There is a certain movie quote that once recited, will remind anyone who has seen the film of exactly where the story is set. “If you build it, they will come.”
The Kevin Costner classic, “Field of Dreams,” is set near Dyersville, Iowa, some four hours away from Marcus, Iowa, where the Leavitt family operates their own dream in a small town among the cornfields of the Hawkeye state.
For 98 years, the Leavitts have served the town of Marcus, in Cherokee County, and its surrounding area. The third-generation owner brothers Bob and Jim Leavitt, and cousin Tom Leavitt and the fourth-generation brothers Grant and Clay Leavitt now make up the 100% family ownership group. The company was founded in 1880 as the Thomas Patton Lumber Company, and then purchased by Roger T. Leavitt in 1920.
In a town of 1,100 people, located in a county with a declining population, the Leavitts have their own “If you build it, they will come” story, and it’s paying off by drawing in customers from farther away than Marcus Lumber has ever seen.
In the fall of 2017, the home improvement center hosted a grand opening event to celebrate its completely remodeled and expanded facility. The expansion created an additional 7,500 square feet in the retail showroom and added 6,000 square feet of storage space in the lumberyard. Today, Marcus Lumber’s facility spans 25,000 square feet and features a completely new kitchen and bath center including more than a dozen exhibits, 50 bathroom vanity displays, as well as several full-size walk-in showers. Many of the more than 60 Delta faucet exhibits are fully functional to demonstrate spray options and pressures. The space also features a completely operational kitchen used for cooking demonstrations, and for baking cookies and pastries for customers and staff.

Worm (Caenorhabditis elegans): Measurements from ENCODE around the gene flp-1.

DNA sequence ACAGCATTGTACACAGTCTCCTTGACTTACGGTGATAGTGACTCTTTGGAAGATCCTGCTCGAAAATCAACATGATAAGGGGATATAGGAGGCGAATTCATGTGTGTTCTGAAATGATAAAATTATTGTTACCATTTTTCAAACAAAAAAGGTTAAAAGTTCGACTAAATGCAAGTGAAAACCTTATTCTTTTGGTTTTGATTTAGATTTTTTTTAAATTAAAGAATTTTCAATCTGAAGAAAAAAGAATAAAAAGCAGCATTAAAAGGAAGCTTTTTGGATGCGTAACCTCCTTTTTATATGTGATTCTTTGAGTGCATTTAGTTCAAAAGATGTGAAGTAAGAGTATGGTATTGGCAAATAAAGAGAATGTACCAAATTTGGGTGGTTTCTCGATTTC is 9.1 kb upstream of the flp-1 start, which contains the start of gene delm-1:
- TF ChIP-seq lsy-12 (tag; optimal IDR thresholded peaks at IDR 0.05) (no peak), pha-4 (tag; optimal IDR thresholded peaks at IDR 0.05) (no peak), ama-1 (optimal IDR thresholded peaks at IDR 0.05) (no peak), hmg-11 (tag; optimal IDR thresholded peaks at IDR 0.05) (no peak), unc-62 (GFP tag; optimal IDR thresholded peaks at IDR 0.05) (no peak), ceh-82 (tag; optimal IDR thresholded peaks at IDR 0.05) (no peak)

The expansion plan itself was partly born of necessity. In 2004, a fire caused the company to move to a new store it built in 2005. As an ownership group then welcoming the fourth generation into the company, the decision was made to add on to the store. “We saw the merit of displaying new products,” says Grant Leavitt, who along with his brother, Clay, make up the latest generation of Leavitts at Marcus Lumber. “We wanted new products to be a constant driver of getting people to see us.”
The desire to be one of the best stores in the nation drove the Do it Best member-owned Marcus Lumber to swing for a home run when it was time to expand in 2017. The company worked with Do it Best on the plans for the store.
“We’re a wow factor now with our new showroom,” Grant says. “People are traveling from bigger towns and cities to see us, and we’re giving them something to see that’s impressive.”
While the expansion focused on the showroom, its effect has been felt throughout every department of the store.